Messala Severus is the main antagonist turned anti-hero of the novel Ben-Hur: A Tale of the Christ and its 1959 Oscar winning epic film adaptaion Ben-Hur as well as its 2016 remake. He is a senior Roman military fighter, who grew up during the lifetime of Jesus Christ alongside Ben-Hur as he was adopted by his own family.
In the 1959 film adaptaion, he was portrayed by actor Stephen Boyd.
Messala's father was once the Roman governor of Judea. As a child and young man, he was friends with Judah Ben-Hur, a member of a prominent Jewish family that lived in the capital. Eventually Messala went to Rome for a military career, while Ben-Hur remained in Jerusalem and became head of the House of Hur after his father's passing.
Approximately 26 years after the birth of Jesus Christ, Messala returned to Judea, as part of a plan by the Emperor to make Judea into a more disciplined and ordered province of the Empire. Messala was delighted when his old friend came to see him, and ordered a solider to treat him with the respect due a Jewish Prince - telling the soldier that Judea was his country before it fell to the Romans.
However the good feelings were not to last. Messala and Hur had a falling out. Messala believed firmly in the power and glory of the Empire, and Hur was equally dedicated to the Jewish faith and the freedom of his people. The two parted ways in anger.
Later, during the arrival of the new Roman Governor Valerius Gratus, Ben-Hur's sister Tirzah goes to watch the Governor's entrance from the roof of the house. While up there she dislodges some roof tiles, which fall by the horse carrying Gratus. Startled, the horse throws Gratus, seriously injuring the man. Messala and Roman troops enter Hur's home and take the family prisoner. Messala goes up on the roof and discovers that it was indeed an accident, that a number of tiles were loose on the roof. Despite this knowledge, Messala decides to declare Hur and his family guilty of attacking the Governor - stating that to condemn an old friend would help to raise his stature and make him feared. Hur is sent to the galleys, an almost certain death sentence, while Hur's mother and sister Tirzah are imprisoned.
Hur manages to survive the next three years on the galley. In a critical battle Hur saved the life of the Roman Counsel Quintius Arrius. Arrius becomes convinced that the young man is innocent of trying to kill the Governor. In gratitude Arrius petitions the Emperor and the Senate to drop the charges, but the Emperor and the Senate would not free Hur outright. What they do however is to give Hur to Arrius as his slave. Arrius then frees Hur, and adopts him as his son. Despite his new found wealth and status in the Empire, Hur longs for home, and with the blessing of Arrius departs for Judea.
Arriving in Judea, Hur goes to see Messala and demands the release of his mother and sister. He tells Messala that if his mother and sister are restored to him Hur will forgo that vengeance he swore he would take against Messala with every stroke of the galley oar he was chained to. Messala tries to stall him by saying that he needs the approval of Gratus to do so, Hur tells him to get that approval by the next day.
Messala's aide is sent to the prison to free the women, but it is found that the two women have contracted leporsy during their long stay. They are freed and the cell is burned out. The two women return to their house one last time, and tell Hur's friend Esther to tell Hur that his mother and sister are dead, not wanting Hur to see them in their current condition, and knowing that under Mosaic law he would have to reject them now. Esther makes up a story that she had seen the bodies of Tirzah and Hur's mother shortly after their initial imprisonment, and Hur storms off in anger.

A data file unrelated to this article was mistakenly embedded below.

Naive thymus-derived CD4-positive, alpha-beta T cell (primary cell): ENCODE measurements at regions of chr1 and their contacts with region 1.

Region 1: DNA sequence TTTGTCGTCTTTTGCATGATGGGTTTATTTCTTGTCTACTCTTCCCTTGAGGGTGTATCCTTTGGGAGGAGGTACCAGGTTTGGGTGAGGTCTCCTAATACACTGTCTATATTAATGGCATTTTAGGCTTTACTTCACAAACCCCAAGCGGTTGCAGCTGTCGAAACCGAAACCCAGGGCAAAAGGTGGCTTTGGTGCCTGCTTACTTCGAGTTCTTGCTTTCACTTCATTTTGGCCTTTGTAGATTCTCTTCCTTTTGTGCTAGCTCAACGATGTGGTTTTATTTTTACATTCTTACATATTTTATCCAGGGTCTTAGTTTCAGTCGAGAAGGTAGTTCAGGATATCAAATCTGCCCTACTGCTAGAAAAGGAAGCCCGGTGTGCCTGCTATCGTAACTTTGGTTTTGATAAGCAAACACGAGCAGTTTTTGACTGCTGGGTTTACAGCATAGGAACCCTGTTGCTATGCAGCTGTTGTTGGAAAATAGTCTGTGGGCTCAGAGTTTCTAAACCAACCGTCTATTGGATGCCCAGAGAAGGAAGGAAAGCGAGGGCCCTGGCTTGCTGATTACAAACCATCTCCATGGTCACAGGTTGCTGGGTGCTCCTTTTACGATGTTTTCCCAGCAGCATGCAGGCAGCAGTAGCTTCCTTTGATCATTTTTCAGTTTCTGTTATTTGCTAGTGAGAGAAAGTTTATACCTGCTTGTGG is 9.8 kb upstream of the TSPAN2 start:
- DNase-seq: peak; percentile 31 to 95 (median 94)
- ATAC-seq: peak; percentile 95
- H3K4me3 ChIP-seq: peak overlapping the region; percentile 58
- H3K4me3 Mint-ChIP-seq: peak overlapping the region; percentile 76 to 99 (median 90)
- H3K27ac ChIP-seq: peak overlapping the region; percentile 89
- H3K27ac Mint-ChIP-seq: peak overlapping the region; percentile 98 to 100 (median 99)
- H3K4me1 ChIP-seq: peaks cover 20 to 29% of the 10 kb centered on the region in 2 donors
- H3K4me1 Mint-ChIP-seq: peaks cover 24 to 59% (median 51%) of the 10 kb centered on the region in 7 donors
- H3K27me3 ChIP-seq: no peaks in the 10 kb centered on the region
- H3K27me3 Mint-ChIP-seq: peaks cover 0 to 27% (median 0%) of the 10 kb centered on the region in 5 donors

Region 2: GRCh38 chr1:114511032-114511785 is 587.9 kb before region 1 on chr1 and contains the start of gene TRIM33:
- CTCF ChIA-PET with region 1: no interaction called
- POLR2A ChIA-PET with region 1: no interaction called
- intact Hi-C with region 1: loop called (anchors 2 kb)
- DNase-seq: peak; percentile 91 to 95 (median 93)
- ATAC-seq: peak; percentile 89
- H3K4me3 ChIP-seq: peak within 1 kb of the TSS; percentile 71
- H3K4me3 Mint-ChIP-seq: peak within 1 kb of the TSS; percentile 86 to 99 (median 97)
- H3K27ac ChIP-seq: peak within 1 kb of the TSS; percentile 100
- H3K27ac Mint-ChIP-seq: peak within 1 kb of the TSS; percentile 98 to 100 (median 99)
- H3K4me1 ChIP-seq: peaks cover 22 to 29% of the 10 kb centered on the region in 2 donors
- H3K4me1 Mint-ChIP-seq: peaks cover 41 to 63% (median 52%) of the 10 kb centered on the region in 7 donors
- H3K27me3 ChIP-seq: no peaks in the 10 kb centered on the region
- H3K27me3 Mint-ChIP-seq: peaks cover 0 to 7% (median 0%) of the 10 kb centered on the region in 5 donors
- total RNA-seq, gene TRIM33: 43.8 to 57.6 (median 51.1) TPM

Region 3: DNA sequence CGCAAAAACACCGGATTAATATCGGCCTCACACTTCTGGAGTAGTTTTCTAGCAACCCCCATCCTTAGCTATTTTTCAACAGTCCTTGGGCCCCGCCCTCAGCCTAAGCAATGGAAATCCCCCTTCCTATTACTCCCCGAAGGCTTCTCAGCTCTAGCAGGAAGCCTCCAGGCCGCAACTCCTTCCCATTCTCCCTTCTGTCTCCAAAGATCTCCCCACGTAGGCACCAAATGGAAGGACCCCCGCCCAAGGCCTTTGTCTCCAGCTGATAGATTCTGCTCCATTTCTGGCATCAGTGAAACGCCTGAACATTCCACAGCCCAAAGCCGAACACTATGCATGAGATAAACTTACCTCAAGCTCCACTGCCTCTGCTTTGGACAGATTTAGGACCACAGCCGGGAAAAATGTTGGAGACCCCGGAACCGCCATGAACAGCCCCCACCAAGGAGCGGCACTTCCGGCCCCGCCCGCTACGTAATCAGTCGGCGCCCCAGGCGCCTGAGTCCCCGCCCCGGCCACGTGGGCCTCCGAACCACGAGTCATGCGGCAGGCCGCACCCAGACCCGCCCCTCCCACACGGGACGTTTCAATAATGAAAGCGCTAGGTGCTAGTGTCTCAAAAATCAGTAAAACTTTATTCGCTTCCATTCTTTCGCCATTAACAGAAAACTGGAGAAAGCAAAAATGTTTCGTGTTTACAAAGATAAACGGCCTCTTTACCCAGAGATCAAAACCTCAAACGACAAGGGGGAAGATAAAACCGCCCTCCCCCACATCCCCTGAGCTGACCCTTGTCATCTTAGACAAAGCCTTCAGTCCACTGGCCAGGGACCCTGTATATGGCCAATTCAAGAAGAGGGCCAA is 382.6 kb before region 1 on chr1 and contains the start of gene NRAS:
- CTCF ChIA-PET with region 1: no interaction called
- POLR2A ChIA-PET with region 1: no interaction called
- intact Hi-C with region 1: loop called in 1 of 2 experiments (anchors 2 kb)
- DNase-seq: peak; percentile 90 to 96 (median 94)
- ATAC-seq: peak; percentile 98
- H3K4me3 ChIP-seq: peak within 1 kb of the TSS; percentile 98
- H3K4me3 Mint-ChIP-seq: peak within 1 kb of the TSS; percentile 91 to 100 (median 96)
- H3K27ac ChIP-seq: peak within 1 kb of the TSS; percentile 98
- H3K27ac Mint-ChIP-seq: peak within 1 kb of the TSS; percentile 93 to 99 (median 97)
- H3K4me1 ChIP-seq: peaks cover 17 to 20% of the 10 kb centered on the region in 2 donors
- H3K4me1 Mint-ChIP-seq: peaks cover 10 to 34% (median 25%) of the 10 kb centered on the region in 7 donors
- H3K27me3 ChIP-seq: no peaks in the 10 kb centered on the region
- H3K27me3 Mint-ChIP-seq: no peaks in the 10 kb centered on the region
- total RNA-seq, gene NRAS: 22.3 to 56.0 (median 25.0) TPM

Hur realizes that the only way to get even with Messala is to enter a chariot race with him. During the race Messala races with a "Pict Chariot" - a chariot fitted with blades on the hubs. Messala is able to use these blades to destroy a couple chariots and force their riders out of the race. When he tries to the same with Hur's chariot, the plan backfires and it is Messala's chariot that is destroyed. Messala is thrown from the chariot, dragged along the ground, and then trampled by another team of horses.
Messala refuses to allow doctors to operate upon him until Ben-Hur comes to see him. Hur does come to see him in the final moments, and before he dies Messala tells Hur that his mother and sister are alive and in the Valley of the Lepers.
After Messala's death, Hur comes to believe that Messala was once a good person who had been corrupted by Rome. As a result he turns against the Roman Empire, asking his adoptive father's friend Pontius Pilate to return a ring to his adoptive father.
This version of Messala was the adoptive brother of Judah Ben-Hur. Enlisting in the military he spent several years fighting in Germany before returning home. When Pontius Pilate was attacked by a zealot that Ben-Hur had given shelter to, Ben-Hur was arrested by the Romans and sent to the galleys.
Messala was severely injured in the chariot race, but did not die as he did in the 1959 film. Messala reconciled with Ben-Hur after the race and left with Hur and his family as part of Shiek Ildreim's caravan.
In the original novel, one of the chief differences is that Messla does not die in the chariot race. Instead, an attempt to sabotage Hur's chariot leads to the destruction of his own chariot, and Messala is seriously injured in the race. Crippled from his injuries, he is also left in serious financial difficulty due to the bets he had made regarding the outcome of the race. His plans to murder Ben-Hur all go awry, and five years after the race Messala himself is killed by his mistress Iras.